Palestinian journalist Amjad Yaghi was just nine years old when his mother left the Gaza Strip on what should have been a short trip to Egypt for medical treatment.
But until a joyful reunion this week, they did not see each other again for 20 years.
After leaving Gaza in 1999, Mr Yaghi's mother, Nevine Zouheir, could not return to Gaza because of spinal disc pain for which she needs surgery.
Despite 14 attempts to go to see her, Mr Yaghi was unable to get out of Gaza after militant group Hamas took control of the territory in 2007 and Israel and Egypt imposed a blockade that included travel restrictions.
Though he was invited to attend several conferences abroad, he received travel clearance only after they ended, leaving him without a valid reason to cross the border.
Mr Yaghi was finally granted a visa to enter Egypt via Jordan, and made his way to his mother's apartment in the Nile Delta town of Banha on Monday.
When she saw him from her balcony, Ms Zouheir cried out her son's name. She went to the bottom of the stairwell to embrace him and they held hands as they walked up to the apartment.
"It was very difficult, knowing you could die without having realised your dreams, without having seen your family, your mother," said Mr Yaghi, who was wounded in 2009 in armed conflict with Israel.
"In all of these situations, you need a mother. Yes, OK, I am 29 years old. But I need a mother beside me," he said. "I have relatives who are all great, but a mother is important in a country which lives under occupation."
Citing security concerns, Israel maintains tight controls on Palestinian movement in and out of Gaza, which was captured by Israel in the 1967 Middle East War.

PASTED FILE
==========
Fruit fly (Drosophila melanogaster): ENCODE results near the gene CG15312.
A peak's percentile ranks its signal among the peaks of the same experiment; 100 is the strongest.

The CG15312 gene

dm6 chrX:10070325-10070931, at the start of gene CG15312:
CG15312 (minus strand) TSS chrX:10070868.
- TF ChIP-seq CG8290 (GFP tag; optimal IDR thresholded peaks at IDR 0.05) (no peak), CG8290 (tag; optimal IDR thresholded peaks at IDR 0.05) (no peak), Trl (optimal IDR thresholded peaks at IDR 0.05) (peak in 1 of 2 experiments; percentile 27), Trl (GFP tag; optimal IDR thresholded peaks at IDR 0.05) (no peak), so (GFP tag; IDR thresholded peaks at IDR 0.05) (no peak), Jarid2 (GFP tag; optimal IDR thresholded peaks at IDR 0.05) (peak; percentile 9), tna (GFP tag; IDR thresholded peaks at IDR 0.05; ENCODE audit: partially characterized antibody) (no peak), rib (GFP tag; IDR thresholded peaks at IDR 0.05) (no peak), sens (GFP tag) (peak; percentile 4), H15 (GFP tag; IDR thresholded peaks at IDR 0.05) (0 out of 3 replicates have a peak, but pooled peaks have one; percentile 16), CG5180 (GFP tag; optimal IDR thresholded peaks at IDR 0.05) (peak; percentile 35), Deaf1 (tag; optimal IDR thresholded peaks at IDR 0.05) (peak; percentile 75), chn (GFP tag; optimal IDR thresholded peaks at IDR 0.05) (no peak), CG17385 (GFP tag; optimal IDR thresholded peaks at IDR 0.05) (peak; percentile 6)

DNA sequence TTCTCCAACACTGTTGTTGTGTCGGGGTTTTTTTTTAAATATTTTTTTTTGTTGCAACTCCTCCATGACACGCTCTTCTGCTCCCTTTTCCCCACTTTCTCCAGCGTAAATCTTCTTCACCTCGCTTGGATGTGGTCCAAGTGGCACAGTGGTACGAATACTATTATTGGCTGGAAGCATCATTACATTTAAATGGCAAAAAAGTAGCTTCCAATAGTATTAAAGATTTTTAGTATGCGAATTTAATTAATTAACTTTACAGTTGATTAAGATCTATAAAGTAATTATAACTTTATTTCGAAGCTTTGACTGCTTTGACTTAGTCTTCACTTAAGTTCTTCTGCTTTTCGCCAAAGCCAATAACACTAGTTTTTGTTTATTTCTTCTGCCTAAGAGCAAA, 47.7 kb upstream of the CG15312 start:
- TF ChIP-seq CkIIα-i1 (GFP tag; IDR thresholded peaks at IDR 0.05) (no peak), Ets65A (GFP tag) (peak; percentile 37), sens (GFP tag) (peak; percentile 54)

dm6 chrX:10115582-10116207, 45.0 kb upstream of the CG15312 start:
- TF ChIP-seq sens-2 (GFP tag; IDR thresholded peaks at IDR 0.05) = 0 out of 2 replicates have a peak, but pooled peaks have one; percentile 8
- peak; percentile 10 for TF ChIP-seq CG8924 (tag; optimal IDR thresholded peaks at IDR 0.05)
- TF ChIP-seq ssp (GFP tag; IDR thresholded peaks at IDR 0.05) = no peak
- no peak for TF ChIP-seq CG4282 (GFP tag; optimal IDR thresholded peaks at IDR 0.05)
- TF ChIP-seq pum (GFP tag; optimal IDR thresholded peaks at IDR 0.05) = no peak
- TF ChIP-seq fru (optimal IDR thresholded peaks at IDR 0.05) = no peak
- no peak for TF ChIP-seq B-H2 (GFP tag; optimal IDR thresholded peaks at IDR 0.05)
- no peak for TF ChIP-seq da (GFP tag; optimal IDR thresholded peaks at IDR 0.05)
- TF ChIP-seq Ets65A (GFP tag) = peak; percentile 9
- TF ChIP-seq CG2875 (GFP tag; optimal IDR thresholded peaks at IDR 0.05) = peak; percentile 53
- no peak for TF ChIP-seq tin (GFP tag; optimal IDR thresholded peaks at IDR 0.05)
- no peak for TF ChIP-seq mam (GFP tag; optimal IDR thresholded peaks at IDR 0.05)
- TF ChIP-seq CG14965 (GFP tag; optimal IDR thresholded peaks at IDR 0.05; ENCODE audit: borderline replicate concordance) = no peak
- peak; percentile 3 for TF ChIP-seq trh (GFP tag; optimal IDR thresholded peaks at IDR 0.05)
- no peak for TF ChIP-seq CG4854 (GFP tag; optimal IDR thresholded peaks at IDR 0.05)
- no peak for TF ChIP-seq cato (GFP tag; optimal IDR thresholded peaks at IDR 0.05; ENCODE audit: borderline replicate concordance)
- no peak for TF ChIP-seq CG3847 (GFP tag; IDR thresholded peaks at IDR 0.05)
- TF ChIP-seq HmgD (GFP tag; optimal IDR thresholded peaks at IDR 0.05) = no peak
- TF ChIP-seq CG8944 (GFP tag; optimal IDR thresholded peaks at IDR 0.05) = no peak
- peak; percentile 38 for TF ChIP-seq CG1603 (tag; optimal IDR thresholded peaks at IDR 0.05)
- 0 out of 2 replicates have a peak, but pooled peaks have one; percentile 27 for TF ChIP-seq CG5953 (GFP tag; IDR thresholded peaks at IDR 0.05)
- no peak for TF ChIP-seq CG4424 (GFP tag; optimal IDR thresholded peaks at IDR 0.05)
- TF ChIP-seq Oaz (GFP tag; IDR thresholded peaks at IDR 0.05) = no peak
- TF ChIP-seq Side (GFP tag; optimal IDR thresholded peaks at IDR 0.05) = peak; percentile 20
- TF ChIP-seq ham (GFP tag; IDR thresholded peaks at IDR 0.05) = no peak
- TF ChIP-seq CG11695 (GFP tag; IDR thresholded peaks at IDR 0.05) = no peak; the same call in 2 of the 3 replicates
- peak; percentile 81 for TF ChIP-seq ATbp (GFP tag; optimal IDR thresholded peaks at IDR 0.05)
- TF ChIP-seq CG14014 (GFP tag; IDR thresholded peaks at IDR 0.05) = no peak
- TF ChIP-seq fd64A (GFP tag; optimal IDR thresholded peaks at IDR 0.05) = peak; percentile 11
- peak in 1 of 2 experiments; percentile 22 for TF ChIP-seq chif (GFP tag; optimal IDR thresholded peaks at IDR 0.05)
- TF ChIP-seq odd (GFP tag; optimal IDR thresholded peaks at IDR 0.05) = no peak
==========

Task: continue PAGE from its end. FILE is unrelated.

Egypt only occasionally opens a border crossing at the city of Rafah to allow certain people through, such as holders of foreign passports, students and those in need of medical treatment.
"Movement restrictions imposed on people in Gaza and a complex permit system mean that thousands of people in Gaza are unable to travel out of the Strip, even when they are in urgent need of medical care that might not be available in Gaza," said Dan Waites, a spokesman for the International Committee of the Red Cross in Israel and the Occupied Territories.
The ICRC says it is unable to meet the needs of all Gazans who need family reunification, but it does act in exceptional circumstances, for instance when a child has been separated from their primary care givers.
"We would like to see the severe restrictions on movement for Gazans eased," Mr Waites added.
"The restrictions imposed on movement of people and goods, aggravated by internal Palestinian differences, keep it isolated from the rest of the world and suffocate its economy. The ongoing energy crisis in Gaza impacts the most essential services, like access to clean water and wastewater treatment as well as the health care sector in its entirety.
"Giving hope to Gazan families involves easing the restrictions."
This touching story comes just weeks after the Israeli High Court heard the Israeli government had significantly lowered the number of medical treatment permits it issued to sick Palestinians in the Gaza Strip, fearing they were being used to help Gazans move to the West Bank.